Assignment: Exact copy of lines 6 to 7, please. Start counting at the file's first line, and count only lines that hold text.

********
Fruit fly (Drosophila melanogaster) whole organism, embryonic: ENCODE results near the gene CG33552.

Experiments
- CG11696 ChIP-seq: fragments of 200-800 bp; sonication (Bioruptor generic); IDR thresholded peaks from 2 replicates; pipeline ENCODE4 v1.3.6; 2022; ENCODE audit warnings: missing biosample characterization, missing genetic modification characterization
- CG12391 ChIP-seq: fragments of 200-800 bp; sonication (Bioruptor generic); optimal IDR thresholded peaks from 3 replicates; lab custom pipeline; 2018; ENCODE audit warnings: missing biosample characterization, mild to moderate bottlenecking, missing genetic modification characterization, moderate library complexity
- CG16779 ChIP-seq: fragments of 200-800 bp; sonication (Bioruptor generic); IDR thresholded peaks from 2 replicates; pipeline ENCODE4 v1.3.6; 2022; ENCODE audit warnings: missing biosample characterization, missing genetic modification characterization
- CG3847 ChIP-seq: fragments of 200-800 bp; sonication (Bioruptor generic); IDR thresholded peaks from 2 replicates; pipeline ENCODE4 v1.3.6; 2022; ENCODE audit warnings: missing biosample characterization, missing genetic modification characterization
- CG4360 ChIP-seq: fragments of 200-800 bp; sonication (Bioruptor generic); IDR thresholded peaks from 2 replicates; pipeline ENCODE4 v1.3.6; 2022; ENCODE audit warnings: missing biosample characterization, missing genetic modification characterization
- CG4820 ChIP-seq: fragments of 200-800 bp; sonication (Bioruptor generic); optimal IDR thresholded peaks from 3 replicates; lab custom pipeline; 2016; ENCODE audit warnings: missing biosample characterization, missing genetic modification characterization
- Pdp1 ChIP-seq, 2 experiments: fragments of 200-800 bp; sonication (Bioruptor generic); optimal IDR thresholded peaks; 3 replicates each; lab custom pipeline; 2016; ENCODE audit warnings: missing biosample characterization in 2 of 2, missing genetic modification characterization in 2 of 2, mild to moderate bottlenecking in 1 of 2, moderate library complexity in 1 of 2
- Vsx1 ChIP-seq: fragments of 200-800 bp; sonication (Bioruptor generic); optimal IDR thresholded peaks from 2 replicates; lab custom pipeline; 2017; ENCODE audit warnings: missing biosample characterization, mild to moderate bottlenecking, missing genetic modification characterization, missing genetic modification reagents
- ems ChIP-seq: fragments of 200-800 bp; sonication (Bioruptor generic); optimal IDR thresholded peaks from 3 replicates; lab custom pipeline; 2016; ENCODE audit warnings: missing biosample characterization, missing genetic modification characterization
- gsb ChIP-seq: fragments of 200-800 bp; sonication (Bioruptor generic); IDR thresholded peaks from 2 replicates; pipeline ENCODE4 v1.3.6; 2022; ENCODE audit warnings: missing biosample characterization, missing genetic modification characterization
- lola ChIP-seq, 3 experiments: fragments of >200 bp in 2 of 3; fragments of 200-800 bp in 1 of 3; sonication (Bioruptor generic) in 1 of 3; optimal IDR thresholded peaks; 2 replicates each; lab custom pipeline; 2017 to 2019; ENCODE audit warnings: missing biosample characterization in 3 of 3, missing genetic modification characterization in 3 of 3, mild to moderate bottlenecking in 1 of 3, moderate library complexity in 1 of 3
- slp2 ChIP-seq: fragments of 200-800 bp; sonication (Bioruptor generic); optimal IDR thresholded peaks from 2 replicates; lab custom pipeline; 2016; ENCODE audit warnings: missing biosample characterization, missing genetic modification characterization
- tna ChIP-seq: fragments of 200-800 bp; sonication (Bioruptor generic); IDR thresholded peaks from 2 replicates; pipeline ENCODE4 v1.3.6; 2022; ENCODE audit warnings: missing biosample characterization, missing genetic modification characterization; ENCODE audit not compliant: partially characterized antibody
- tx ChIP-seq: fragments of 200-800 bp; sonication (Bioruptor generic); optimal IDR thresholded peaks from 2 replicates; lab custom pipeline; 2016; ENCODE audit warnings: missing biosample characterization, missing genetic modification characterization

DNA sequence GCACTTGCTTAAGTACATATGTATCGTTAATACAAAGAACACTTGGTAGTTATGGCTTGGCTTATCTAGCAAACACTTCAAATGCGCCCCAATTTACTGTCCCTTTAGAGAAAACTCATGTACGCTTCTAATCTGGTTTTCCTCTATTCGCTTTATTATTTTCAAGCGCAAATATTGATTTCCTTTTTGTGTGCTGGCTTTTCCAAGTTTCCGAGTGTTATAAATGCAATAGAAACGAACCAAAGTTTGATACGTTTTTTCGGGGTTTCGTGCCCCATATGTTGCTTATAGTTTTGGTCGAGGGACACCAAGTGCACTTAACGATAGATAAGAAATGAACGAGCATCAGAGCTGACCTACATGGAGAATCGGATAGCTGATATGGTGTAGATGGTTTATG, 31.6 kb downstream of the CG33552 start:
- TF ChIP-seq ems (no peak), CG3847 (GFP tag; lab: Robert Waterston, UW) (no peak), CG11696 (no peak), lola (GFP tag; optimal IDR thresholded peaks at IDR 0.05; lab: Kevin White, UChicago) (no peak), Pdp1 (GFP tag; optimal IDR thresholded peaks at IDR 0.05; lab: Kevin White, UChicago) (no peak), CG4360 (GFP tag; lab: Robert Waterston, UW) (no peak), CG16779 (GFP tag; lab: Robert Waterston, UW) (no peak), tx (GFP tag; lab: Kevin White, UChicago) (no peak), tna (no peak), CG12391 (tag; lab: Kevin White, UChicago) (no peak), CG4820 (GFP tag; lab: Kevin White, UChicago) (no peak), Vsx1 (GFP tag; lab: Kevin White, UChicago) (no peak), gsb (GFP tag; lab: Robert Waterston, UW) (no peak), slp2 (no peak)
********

- CG3847 ChIP-seq: fragments of 200-800 bp; sonication (Bioruptor generic); IDR thresholded peaks from 2 replicates; pipeline ENCODE4 v1.3.6; 2022; ENCODE audit warnings: missing biosample characterization, missing genetic modification characterization
- CG4360 ChIP-seq: fragments of 200-800 bp; sonication (Bioruptor generic); IDR thresholded peaks from 2 replicates; pipeline ENCODE4 v1.3.6; 2022; ENCODE audit warnings: missing biosample characterization, missing genetic modification characterization